The Nutter administration says that tomorrow they will transmit legislation to City Council that would change the city pension plan for any new city workers.
Managing Director Camille Barnett said the proposed plan would combine a traditional pension -- at a lower benefit than current employees receive -- with a 401K plan that workers pay into. New hires who want more than the pension offering could sign up for the 401K plan and the city would provide matching funds.
Because tomorrow is the final council session of the season, the bill could not recieve final passage until fall. But if it were to pass, any workers hired after July 1 would be retroactively subject to the terms, Barnett said.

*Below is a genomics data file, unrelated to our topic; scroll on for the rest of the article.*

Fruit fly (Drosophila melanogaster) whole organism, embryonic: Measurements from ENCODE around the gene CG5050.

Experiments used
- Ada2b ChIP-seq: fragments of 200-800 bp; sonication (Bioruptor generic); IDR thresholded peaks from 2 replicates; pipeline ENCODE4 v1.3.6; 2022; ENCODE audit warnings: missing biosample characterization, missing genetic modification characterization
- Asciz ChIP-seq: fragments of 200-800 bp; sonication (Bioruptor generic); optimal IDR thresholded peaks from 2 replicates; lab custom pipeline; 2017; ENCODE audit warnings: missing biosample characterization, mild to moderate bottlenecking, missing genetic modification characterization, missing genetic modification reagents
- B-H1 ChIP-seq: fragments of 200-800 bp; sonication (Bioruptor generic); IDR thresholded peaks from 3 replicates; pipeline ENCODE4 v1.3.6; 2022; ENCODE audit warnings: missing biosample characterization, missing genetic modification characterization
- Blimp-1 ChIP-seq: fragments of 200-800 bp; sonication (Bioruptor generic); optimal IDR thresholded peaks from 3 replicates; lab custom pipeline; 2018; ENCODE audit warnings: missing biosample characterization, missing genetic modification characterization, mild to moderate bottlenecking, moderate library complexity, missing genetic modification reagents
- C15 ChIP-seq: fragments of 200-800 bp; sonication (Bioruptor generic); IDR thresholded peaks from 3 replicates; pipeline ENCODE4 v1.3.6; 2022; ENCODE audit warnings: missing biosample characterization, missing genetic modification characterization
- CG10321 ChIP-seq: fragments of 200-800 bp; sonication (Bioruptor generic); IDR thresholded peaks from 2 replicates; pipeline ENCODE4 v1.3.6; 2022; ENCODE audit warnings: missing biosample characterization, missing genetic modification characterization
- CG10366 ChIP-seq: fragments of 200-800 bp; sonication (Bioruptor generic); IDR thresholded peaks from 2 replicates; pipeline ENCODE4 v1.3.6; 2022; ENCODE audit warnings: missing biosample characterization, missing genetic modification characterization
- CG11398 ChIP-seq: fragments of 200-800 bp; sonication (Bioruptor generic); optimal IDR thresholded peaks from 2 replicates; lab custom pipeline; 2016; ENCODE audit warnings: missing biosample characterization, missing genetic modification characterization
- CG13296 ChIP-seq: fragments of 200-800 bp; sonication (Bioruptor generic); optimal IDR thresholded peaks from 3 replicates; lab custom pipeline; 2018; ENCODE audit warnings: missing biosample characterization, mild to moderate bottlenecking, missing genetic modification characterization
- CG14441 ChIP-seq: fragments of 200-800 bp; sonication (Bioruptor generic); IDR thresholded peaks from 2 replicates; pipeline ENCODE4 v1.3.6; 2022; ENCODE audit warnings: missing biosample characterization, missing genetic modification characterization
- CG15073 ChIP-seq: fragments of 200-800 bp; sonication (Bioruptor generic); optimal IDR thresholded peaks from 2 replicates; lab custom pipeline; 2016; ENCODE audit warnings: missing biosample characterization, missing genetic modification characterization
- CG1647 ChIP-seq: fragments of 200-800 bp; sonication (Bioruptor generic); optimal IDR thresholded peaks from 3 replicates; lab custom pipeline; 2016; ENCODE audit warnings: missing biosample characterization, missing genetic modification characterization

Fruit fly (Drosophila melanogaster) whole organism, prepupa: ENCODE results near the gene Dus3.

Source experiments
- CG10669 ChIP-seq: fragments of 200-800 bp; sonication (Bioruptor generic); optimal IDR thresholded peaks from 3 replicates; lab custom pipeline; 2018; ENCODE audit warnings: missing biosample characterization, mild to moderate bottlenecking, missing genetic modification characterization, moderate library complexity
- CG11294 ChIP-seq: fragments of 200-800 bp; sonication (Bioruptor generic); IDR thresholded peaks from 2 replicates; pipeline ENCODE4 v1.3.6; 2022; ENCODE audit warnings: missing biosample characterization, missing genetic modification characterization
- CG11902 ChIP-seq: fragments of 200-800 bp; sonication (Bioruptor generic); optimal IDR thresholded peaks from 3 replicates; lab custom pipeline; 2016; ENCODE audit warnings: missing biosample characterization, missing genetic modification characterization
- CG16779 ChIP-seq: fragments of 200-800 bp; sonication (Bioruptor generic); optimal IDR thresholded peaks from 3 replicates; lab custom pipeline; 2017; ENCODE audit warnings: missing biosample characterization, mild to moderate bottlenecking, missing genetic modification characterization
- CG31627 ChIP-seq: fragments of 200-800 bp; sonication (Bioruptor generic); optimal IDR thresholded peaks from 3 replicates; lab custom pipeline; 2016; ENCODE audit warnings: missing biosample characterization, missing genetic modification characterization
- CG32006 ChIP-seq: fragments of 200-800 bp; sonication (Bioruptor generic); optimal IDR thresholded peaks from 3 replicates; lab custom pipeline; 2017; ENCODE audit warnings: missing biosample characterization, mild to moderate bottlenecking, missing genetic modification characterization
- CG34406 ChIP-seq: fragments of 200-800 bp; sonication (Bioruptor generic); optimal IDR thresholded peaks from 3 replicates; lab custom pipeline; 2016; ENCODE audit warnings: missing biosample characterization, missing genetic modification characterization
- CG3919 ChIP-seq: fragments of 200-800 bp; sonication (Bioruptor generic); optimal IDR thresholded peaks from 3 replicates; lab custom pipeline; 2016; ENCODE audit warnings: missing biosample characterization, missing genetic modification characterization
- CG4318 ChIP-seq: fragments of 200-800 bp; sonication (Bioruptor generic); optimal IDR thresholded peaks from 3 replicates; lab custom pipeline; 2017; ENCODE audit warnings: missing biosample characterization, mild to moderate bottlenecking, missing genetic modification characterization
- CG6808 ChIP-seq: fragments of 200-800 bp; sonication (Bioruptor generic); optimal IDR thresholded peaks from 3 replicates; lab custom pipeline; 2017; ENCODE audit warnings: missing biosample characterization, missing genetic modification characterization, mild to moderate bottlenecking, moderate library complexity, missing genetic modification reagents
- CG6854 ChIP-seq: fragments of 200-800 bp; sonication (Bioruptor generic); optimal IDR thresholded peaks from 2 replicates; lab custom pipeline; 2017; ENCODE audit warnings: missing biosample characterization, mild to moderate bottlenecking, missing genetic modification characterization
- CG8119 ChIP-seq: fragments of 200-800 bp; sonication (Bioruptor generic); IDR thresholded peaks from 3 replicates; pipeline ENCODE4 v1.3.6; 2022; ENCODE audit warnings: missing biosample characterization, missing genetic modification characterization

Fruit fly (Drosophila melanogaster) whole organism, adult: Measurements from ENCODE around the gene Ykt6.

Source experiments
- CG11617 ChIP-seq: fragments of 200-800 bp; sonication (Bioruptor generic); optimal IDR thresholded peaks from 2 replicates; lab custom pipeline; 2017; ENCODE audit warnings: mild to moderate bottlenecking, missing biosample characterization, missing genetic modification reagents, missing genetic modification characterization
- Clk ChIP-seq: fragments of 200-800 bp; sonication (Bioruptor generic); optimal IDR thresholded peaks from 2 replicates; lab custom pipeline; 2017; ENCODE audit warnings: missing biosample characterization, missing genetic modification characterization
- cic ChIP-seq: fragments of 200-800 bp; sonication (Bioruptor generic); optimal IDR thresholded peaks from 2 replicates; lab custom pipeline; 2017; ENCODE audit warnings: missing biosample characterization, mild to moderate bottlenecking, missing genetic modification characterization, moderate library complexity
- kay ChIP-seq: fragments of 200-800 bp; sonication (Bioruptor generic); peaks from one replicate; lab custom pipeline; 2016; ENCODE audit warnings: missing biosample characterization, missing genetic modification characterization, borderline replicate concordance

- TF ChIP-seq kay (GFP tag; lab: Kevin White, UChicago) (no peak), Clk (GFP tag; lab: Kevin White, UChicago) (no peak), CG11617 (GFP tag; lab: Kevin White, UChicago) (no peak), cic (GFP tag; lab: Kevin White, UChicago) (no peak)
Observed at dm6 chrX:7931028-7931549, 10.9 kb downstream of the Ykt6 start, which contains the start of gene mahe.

Finance Director Rob Dubow said the plan would save the city $500 million over 30 years. "This is a financial move to ensure the health of our pension fund," he said.
The city is sending the legislation to Council just two weeks before labor contracts for the four municipal unions expire. According to the city, pension terms are set both through city ordinances and collective bargaining agreements. The police and fire contracts will be settled through arbitration, while the two non-uniform worker contracts must be negotiated.
Barnett said the legislation shouldn't be viewed as a message to the unions as contracts are negotiated. "The motivation is to bring the changes to the [pension program,]" she said.